|True Temper frame by Trek|
After cleaning it up and test riding the way too big frame. I was amazed by the way True temper chromoly steel rode. Straight as an arrow but super comfy. The way I like it. A bit sad it was too big but still glad I rescued a bike from the Dump. I passed the big frame to Desmond, hopefully it gets converted to a Xcycle to bring joy to her daughter and friends. And join my Surly dummy when we do family rides. Hint hint haha. There's some magic in long bikes but thats another story.
Then I stumbled on a Trek 930 frame from Vintage Bike Swap Facebook. It was a small cherry red Trek 930 True Temper frame. My Size and super good price. What to do? It was meant to be :)
According to the Trek bible, its a Trek SHX(front suspension) made 1994. That means I got a 20 year old bike!
Took me some time to get the bike running as I originally wanted it to be single speed and I screwed up on the tensioner...
I took my time to think about what kind of riding and things took another turn.... So this is what I did to make the bike suit me and using what I already had left lying around.
Here are the parts I bought for renewing Trek 930
1) Velo Orange Grand Cru Seine Bars
This is a simple Chromoly Sweep back handle bar that is not too wide and great for just riding along. It's made from straight gauge chromoly and dampens road vibration well. The form and geometry is similar to Jones H Bar but simpler. If you want multiple hand holds, you can try the Velo Orange Crazy Bar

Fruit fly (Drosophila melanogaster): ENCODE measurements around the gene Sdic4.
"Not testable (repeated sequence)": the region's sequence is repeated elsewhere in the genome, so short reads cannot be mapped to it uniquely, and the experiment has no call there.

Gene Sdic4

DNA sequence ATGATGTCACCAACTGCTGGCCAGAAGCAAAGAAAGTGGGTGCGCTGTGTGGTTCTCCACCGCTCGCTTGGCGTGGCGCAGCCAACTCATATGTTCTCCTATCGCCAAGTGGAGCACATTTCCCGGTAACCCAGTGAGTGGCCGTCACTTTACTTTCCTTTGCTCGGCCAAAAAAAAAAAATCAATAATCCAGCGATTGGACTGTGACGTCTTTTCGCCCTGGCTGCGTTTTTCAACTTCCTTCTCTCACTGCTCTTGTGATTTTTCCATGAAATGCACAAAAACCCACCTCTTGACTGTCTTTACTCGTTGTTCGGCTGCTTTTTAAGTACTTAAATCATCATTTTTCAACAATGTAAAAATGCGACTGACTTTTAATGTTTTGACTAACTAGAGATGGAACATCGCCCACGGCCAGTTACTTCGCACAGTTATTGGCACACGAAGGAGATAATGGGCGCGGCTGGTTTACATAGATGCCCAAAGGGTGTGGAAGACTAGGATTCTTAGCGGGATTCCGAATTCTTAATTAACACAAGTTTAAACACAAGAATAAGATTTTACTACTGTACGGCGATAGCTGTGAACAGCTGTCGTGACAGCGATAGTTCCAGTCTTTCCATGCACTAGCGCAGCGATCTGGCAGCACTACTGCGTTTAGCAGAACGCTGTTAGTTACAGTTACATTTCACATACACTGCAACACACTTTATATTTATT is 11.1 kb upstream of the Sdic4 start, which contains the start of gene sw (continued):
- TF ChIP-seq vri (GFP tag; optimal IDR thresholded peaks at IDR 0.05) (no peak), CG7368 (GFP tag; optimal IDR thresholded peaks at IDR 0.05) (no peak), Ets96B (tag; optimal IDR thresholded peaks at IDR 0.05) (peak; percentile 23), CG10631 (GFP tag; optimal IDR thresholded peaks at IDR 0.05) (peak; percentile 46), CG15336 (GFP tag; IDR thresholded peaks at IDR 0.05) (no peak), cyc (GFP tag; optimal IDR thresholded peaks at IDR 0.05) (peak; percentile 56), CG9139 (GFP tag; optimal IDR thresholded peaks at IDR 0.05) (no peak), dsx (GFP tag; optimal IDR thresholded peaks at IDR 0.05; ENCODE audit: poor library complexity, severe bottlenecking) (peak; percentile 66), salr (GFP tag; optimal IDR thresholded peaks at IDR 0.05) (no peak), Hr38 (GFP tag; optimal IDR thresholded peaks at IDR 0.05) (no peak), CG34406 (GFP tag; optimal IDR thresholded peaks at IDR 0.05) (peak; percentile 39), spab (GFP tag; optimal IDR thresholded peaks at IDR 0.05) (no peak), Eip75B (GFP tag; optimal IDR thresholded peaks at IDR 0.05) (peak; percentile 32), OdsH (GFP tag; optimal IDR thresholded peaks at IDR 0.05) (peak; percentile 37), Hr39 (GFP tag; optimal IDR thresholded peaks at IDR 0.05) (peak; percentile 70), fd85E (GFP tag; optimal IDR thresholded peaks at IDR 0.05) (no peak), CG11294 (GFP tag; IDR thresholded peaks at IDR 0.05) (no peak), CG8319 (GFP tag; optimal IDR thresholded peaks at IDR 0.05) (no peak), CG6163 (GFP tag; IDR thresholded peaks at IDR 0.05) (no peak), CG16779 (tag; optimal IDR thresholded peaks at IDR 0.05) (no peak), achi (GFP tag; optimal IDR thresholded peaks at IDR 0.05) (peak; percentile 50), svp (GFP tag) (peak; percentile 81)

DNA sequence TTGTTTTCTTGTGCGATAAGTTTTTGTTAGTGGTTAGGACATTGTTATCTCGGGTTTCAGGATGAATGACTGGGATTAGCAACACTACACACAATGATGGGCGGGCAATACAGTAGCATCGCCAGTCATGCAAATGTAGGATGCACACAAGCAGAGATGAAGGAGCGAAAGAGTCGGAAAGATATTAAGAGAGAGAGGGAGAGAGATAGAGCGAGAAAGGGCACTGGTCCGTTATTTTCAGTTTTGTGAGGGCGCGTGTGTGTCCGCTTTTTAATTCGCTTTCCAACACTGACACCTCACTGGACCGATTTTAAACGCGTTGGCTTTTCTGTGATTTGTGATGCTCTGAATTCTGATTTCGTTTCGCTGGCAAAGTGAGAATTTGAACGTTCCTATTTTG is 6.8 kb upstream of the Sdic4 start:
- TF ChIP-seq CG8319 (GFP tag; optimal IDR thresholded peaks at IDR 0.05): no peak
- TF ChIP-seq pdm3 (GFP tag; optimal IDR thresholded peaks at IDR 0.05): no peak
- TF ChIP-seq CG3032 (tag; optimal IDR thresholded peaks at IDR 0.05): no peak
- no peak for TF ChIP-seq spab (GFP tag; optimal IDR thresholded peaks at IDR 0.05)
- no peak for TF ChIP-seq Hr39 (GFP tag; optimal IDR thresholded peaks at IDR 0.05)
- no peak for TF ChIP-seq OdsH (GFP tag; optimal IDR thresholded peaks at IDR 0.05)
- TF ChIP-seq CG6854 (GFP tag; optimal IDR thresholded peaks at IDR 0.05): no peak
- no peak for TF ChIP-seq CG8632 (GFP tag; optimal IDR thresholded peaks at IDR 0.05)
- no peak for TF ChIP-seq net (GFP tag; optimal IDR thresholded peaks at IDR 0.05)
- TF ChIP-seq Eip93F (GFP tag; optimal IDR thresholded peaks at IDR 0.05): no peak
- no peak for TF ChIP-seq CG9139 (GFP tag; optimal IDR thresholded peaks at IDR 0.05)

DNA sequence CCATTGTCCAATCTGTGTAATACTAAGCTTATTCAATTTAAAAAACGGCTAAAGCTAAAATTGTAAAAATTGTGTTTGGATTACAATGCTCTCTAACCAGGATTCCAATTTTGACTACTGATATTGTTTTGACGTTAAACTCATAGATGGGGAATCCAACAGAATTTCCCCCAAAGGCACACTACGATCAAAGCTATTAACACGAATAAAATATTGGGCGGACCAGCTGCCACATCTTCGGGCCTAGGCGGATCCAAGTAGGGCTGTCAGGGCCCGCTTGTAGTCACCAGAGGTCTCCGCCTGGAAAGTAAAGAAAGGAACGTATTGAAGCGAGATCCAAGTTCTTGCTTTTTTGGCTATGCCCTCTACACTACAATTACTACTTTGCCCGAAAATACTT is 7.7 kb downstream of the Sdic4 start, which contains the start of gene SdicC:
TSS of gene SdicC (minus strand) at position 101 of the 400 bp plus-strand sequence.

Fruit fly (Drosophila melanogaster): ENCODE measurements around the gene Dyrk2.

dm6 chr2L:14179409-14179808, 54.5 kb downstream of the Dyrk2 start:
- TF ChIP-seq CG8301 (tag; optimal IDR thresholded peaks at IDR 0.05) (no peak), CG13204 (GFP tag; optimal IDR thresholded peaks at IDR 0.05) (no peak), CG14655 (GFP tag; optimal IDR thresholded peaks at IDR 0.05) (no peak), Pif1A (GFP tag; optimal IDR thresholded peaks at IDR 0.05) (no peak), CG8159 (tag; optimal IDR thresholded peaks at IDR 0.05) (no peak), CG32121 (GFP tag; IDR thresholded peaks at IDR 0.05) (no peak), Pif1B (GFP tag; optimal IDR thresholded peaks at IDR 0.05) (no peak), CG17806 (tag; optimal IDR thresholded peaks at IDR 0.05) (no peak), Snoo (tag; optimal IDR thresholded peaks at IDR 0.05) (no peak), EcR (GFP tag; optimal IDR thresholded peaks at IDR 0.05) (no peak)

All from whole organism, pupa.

2) Velo Orange Thumb Shifter mounts This is not for everyone, esp so in the hi tech times of trigger shifters. This is for a person who wants a simple, quality thumb shifters. Sadly the bike industries usually sell on Carbon and newest tech. There are only 3 options if you want to do thumb shifters.
- New old stock/ old stock of Deore XT Thumbshifters
- Paul Thumbshifter mounts , Very nice but a bit more expensive then Velo Orange
- Velo Orange Thumbshifter mounts which looks good and cheapest
3) Surly LHT fork. I got this from TR bikes. Lynten was nice and kind enough to help sell me and install on the bike to get it running. The gentle curve of the forks visually fits the bike and helps give it a nice damping feel.
4) Shimano Ultegra 8 Speed bar end shifters. The bike came in 8 speed and this would do nicely... I think. I googled on thumbies and seems like just what I need. I can toggle between Friction and SIS mode(tick tick tick, indexed)
5) KMC 8 speed chain - I got from Changi Village aunty shop.Yes, that famous pitstop we all have to visit when we go Changi village. It cost $13.50 and comes with a quick link too.
6) Stainless steel brake cables and housing - Also from Changi Village aunty shop
7) Ergon GP1 grip - These are not retro but my hands are eternally grateful for this superbly ergonomic design. I got this from Chain reaction cycles when I bought the Shimano bar end shifters.
Yesterday I got a few hours free time and started to install the parts.
It was quite nice and easy to install. Very therapeutic The bar end shifters worked a treat. Especially on the friction mode where I could tweak the lever to have the gears spinning very nicely.
After 2-3 hours, I took the bike downstairs to try out. It felt like a nice old lorry. Every thing works and rolled nicely. It was raining quite a fair bit so I couldn't try riding for extended time... but I know it fits my kind of riding. Slowly and relaxed.
Many probably wonder why even bother to do this to a old bicycle frame. Wouldn't it be easier to get a nice new bike, get it all installed by your bikeshop. So leychey (troublesome) and cost so much....
Well, perhaps I am just a retro grouch and one who likes to ride slowly and relaxed. The old steel frames just feels like a pair of nicely worn jeans. Old, faded and comfy. Maybe be its the chromoly tube or True temper material or perhaps the long wheel base which makes the bike very stable and relax. I like it a lot.
Steel is real. If you have a chance to try an old steel frame, do try it and tell me what you think.